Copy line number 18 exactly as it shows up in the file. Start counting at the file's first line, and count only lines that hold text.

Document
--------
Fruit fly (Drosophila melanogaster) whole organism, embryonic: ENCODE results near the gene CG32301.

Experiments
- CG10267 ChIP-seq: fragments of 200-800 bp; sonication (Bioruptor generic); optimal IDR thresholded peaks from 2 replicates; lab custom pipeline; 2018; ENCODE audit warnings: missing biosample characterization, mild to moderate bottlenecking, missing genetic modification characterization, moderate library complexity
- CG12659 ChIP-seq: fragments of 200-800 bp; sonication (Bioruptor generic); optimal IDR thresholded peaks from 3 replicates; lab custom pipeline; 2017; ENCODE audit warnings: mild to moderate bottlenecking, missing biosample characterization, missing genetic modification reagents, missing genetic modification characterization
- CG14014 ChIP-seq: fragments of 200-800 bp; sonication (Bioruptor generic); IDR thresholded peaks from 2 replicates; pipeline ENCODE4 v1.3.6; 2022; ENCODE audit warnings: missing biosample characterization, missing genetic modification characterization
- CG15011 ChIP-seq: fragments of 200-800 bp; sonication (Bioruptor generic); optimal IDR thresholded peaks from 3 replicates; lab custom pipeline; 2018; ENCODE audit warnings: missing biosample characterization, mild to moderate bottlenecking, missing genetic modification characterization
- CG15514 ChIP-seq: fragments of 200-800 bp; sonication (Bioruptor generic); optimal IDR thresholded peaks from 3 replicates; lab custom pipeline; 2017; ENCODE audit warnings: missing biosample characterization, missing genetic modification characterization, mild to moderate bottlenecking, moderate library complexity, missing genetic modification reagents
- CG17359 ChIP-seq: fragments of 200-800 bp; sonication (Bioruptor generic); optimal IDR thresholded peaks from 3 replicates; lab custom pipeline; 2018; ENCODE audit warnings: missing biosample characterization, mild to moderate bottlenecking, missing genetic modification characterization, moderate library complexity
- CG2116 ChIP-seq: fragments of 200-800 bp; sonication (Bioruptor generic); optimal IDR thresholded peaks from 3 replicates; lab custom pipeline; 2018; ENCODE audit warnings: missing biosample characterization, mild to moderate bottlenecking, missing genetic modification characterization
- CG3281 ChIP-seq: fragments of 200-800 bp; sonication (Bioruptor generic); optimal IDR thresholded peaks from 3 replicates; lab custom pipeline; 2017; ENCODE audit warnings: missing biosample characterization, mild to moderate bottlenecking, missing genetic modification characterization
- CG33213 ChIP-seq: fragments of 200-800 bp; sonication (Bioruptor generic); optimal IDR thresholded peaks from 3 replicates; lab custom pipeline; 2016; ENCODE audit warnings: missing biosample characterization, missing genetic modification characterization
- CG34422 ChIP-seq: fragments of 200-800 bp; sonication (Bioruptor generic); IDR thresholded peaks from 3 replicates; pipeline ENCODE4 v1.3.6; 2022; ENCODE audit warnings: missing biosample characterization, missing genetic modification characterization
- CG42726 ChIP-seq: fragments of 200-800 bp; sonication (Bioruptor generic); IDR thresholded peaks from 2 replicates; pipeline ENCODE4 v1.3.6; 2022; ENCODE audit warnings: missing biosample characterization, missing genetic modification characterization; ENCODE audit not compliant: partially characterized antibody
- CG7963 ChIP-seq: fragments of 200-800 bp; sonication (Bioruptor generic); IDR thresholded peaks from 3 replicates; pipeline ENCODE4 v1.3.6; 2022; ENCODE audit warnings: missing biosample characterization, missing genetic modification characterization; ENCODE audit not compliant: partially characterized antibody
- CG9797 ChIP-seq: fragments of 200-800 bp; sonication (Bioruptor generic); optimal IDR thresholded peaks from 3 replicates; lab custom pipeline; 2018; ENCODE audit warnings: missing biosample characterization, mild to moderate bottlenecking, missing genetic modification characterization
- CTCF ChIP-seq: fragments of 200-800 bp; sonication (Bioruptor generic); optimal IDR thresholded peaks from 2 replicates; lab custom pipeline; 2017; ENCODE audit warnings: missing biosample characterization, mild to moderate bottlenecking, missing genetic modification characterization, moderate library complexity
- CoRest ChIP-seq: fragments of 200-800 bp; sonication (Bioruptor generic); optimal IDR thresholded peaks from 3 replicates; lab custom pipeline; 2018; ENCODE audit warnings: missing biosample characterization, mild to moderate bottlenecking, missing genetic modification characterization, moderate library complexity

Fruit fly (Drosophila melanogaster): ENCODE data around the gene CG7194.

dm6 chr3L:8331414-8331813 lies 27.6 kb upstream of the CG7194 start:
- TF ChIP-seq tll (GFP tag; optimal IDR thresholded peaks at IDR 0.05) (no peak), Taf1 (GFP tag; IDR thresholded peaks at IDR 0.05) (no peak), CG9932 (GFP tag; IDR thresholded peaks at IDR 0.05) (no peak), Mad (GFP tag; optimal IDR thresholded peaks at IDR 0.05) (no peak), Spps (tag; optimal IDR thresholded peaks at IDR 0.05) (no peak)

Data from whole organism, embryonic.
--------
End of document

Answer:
Fruit fly (Drosophila melanogaster): ENCODE data around the gene CG7194.